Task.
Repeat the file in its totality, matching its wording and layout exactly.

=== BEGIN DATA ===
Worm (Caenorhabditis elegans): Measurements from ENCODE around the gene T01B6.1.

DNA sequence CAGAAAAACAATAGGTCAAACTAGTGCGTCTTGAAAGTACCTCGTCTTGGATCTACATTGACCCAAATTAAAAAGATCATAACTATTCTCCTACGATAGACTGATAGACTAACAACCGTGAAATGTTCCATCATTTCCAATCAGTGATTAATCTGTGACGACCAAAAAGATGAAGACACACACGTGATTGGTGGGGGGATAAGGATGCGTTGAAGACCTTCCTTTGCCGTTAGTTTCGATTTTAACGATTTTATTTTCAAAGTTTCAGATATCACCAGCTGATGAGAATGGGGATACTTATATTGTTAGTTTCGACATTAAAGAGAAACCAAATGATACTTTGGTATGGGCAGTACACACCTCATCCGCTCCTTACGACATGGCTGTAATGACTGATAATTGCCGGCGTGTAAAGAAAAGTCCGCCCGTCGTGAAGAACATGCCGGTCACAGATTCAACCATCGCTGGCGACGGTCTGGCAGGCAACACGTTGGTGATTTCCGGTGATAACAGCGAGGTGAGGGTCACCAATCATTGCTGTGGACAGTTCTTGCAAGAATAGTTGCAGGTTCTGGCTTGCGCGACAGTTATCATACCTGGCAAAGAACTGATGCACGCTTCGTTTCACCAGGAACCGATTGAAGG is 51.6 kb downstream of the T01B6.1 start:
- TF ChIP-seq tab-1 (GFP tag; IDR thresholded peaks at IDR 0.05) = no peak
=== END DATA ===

Worm (Caenorhabditis elegans): Measurements from ENCODE around the gene T01B6.1.

DNA sequence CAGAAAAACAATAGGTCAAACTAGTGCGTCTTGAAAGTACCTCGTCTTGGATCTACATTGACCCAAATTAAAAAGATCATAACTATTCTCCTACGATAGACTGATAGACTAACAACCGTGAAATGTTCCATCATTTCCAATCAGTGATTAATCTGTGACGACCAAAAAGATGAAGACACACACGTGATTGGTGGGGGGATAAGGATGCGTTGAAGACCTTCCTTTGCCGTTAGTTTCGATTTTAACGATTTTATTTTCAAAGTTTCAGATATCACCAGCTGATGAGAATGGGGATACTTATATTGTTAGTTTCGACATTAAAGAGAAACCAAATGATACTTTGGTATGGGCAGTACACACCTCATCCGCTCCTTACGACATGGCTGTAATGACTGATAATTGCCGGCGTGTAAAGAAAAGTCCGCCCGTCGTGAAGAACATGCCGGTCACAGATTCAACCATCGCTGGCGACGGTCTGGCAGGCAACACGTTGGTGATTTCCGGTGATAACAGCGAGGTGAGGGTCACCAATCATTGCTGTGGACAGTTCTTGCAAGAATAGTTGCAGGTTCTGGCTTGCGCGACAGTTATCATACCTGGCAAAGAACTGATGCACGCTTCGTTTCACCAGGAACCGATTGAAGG is 51.6 kb downstream of the T01B6.1 start:
- TF ChIP-seq tab-1 (GFP tag; IDR thresholded peaks at IDR 0.05) = no peak